This is a scheme in which a wall is created within the Internet, and only those sites which are within this wall enjoy a privileged position. Others are kept out, so that finally Facebook will become almost a supra government in India, collecting data on hundreds of millions of citizens that would give insights into how to lead them into actions such as the storming of Tahrir Square in 2011. It is hardly a secret that Secretary of State Hillary Clinton worked hard to leverage the technological dominance of the US into a means of control of the political process in countries with low per capita incomes. If Zuckerberg had succeeded in persuading the Government of India to go ahead with its Free Basics program, within a decade, it would have become the most powerful agency in India, reaching into hundreds of millions of homes and transferring data on the most intimate and personal habits of citizens of the Republic of India.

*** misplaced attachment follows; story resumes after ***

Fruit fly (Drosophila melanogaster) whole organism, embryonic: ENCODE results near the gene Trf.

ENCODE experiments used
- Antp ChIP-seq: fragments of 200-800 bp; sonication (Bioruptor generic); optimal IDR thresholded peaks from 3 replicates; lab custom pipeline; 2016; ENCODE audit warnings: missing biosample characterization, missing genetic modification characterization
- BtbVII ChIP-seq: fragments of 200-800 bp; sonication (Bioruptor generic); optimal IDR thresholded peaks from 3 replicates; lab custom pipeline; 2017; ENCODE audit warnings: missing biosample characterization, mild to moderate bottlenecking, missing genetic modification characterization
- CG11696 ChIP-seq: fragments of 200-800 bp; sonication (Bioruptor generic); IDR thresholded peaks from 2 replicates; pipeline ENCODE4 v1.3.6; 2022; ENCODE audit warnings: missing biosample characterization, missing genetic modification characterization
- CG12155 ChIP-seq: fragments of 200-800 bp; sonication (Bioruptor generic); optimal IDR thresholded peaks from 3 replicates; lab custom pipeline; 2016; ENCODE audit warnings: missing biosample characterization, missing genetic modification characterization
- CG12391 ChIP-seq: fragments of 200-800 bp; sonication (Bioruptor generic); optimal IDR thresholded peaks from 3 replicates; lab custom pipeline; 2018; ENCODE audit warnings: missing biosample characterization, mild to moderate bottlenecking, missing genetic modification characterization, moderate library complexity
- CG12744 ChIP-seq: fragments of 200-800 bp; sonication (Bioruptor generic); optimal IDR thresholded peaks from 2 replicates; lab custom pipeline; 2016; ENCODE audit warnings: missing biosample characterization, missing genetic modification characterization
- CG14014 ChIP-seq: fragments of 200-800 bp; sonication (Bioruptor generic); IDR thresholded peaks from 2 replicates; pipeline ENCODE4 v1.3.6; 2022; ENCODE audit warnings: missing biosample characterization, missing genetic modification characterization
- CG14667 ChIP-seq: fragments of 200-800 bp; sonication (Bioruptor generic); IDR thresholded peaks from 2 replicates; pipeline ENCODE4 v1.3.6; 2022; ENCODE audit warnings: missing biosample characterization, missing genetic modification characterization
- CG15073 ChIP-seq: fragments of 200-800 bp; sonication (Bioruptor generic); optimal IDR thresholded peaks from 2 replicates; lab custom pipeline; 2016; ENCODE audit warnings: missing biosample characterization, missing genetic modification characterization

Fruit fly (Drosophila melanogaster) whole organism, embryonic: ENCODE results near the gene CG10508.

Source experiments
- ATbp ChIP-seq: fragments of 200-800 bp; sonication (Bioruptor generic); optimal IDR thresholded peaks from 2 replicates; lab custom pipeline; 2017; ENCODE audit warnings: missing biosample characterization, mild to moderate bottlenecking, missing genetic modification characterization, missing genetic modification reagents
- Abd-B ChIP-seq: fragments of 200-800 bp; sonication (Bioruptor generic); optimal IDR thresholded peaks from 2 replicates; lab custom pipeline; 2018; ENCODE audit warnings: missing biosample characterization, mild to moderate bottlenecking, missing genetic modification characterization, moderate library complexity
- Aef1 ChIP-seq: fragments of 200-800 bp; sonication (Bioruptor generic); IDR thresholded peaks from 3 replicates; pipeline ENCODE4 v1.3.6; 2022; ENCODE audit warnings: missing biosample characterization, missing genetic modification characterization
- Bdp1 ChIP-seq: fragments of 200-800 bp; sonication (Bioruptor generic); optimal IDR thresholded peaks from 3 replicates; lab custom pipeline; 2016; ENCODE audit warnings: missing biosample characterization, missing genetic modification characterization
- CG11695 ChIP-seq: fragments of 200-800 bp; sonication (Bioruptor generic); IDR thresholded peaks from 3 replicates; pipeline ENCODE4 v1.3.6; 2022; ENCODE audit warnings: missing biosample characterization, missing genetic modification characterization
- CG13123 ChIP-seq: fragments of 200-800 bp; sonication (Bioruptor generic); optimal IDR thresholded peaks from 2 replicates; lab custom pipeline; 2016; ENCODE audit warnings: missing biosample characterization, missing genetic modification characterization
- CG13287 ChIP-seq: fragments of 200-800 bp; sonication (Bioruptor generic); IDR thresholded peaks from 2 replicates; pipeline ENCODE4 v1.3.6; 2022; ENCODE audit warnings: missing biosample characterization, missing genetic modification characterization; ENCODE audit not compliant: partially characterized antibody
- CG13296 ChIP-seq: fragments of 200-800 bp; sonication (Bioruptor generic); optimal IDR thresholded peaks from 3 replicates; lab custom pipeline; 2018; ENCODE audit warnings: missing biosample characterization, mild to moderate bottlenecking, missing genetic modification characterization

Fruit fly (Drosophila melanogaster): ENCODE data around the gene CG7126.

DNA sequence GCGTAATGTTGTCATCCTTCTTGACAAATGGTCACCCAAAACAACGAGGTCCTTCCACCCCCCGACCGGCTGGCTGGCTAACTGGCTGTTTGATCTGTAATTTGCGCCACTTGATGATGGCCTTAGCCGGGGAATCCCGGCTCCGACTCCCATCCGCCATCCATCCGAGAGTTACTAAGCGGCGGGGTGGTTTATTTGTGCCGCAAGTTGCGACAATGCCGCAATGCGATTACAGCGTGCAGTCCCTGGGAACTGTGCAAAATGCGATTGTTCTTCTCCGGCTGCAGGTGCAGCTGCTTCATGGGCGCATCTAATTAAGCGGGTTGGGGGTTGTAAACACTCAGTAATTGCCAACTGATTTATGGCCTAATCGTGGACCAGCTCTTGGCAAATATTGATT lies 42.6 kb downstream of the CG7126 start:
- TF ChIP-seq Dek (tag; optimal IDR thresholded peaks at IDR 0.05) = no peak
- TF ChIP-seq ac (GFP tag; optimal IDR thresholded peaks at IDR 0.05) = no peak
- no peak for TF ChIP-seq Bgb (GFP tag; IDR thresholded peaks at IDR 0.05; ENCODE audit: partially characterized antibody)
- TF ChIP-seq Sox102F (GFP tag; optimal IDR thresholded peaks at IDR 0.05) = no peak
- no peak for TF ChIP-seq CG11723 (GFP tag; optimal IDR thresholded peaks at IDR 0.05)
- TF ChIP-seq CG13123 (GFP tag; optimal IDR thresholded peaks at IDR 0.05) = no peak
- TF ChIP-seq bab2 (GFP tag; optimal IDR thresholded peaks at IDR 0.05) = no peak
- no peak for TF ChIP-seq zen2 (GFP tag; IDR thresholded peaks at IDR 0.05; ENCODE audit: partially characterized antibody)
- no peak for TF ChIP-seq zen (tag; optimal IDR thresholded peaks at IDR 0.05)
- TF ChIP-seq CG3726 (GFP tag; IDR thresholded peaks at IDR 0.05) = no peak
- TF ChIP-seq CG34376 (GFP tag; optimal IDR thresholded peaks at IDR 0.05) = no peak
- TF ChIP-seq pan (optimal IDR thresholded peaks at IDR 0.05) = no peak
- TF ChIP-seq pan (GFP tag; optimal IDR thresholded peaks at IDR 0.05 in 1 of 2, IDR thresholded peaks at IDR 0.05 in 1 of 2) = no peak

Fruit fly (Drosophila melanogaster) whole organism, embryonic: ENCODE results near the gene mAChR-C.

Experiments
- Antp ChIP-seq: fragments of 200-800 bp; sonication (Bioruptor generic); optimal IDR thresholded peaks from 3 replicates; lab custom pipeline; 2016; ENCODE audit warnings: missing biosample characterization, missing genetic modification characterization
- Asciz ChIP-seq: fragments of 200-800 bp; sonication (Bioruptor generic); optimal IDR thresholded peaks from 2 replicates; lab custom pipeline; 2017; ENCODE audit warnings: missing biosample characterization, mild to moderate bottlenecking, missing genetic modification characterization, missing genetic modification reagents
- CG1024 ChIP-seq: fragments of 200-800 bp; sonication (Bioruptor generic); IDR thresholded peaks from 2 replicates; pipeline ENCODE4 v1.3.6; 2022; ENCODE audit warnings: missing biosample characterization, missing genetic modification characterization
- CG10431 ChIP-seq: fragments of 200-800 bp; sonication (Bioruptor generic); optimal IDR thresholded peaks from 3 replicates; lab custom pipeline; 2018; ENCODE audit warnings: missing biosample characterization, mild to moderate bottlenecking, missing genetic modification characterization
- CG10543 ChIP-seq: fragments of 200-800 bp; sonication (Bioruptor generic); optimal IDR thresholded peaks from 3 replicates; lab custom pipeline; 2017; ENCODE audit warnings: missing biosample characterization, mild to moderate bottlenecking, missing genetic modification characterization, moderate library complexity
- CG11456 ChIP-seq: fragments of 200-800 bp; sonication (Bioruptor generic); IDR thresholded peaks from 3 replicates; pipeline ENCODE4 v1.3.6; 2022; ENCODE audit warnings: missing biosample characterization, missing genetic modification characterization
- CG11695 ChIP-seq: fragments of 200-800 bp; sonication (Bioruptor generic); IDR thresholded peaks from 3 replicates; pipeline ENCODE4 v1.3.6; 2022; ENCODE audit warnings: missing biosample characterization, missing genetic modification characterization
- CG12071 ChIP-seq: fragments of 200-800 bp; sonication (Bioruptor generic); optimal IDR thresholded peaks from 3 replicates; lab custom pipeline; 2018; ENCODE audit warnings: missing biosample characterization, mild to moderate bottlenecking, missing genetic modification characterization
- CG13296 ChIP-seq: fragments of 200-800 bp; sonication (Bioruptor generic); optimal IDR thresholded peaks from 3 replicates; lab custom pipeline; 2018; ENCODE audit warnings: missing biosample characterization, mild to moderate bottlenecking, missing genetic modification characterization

Of course, such a danger did not stop at least two Cabinet ministers in the Modi government into becoming - outside the public view - apologists for Zuckerberg. Not so Prime Minister Modi, who ensured that his government refused permission to Facebook to go ahead with the plan to create a two-speed internet, the faster and free version to be those platforms Facebook admitted into its fold, while the rest would limp along and in several instances, get burdened with high prices for its services, thereby driving ever more customers towards Facebook. It is an inexcusable fact that India does not have its own platforms for services such as those provided by Facebook, Twitter and Youtube. In contrast, China has developed substitutes for all three, although it has made the mistake of banning the US versions rather than allowing them to compete with homegrown substitutes. India is run not by elected politicians but by a cadre of officials called the Indian Administrative Service (IAS),the successor of the British-era Imperial Civil Service (ICS).